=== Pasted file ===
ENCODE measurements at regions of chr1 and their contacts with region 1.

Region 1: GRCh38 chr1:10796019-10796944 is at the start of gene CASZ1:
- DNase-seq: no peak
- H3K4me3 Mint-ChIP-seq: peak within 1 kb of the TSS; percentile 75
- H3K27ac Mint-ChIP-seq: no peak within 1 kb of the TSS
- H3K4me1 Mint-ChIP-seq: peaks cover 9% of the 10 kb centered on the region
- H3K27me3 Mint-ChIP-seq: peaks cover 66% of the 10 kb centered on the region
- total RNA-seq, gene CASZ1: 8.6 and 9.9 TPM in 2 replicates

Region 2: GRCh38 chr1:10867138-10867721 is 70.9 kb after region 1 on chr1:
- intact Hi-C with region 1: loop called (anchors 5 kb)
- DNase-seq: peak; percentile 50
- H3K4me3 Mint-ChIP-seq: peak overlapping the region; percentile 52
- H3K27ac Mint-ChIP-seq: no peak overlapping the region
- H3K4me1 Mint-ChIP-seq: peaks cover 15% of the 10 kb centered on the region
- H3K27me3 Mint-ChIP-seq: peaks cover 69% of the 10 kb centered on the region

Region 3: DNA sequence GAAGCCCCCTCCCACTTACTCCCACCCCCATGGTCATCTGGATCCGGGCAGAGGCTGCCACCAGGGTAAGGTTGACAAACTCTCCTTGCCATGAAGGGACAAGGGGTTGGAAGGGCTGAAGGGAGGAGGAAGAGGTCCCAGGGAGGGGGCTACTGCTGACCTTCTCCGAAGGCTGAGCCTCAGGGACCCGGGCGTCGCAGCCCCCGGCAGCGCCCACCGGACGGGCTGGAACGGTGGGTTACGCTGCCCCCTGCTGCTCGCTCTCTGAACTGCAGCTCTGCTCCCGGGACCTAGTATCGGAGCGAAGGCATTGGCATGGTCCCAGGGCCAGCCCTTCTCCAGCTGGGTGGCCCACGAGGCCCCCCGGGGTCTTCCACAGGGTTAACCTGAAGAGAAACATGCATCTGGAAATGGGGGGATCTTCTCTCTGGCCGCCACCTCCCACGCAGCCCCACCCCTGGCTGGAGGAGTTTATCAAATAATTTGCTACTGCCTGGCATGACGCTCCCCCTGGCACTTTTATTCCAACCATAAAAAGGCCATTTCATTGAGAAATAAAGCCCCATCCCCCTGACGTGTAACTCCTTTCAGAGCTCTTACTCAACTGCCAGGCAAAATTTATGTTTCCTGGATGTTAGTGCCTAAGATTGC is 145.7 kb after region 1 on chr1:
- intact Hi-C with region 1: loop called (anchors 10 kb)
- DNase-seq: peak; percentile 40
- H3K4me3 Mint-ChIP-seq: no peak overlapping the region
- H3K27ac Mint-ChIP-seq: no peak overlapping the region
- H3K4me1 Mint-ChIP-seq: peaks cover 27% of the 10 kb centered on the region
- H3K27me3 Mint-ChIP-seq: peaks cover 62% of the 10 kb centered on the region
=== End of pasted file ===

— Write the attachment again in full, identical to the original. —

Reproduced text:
ENCODE measurements at regions of chr1 and their contacts with region 1.

Region 1: GRCh38 chr1:10796019-10796944 is at the start of gene CASZ1:
- DNase-seq: no peak
- H3K4me3 Mint-ChIP-seq: peak within 1 kb of the TSS; percentile 75
- H3K27ac Mint-ChIP-seq: no peak within 1 kb of the TSS
- H3K4me1 Mint-ChIP-seq: peaks cover 9% of the 10 kb centered on the region
- H3K27me3 Mint-ChIP-seq: peaks cover 66% of the 10 kb centered on the region
- total RNA-seq, gene CASZ1: 8.6 and 9.9 TPM in 2 replicates

Region 2: GRCh38 chr1:10867138-10867721 is 70.9 kb after region 1 on chr1:
- intact Hi-C with region 1: loop called (anchors 5 kb)
- DNase-seq: peak; percentile 50
- H3K4me3 Mint-ChIP-seq: peak overlapping the region; percentile 52
- H3K27ac Mint-ChIP-seq: no peak overlapping the region
- H3K4me1 Mint-ChIP-seq: peaks cover 15% of the 10 kb centered on the region
- H3K27me3 Mint-ChIP-seq: peaks cover 69% of the 10 kb centered on the region

Region 3: DNA sequence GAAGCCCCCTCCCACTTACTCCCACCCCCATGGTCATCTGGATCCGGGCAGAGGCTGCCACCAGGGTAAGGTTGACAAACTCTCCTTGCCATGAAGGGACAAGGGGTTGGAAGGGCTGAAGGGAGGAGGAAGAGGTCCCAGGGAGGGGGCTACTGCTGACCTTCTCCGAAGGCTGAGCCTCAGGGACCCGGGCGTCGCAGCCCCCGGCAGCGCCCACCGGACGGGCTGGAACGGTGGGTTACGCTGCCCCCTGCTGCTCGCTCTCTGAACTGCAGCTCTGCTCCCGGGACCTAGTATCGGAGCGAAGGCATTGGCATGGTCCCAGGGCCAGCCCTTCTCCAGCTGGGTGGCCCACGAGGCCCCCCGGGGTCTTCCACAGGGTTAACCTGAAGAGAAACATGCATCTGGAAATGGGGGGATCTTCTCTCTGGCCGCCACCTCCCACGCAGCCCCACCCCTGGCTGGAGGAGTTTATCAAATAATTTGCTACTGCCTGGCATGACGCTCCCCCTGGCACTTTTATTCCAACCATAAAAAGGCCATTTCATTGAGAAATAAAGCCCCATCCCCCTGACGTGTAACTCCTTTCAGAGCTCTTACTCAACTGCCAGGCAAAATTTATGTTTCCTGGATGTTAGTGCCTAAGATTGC is 145.7 kb after region 1 on chr1:
- intact Hi-C with region 1: loop called (anchors 10 kb)
- DNase-seq: peak; percentile 40
- H3K4me3 Mint-ChIP-seq: no peak overlapping the region
- H3K27ac Mint-ChIP-seq: no peak overlapping the region
- H3K4me1 Mint-ChIP-seq: peaks cover 27% of the 10 kb centered on the region
- H3K27me3 Mint-ChIP-seq: peaks cover 62% of the 10 kb centered on the region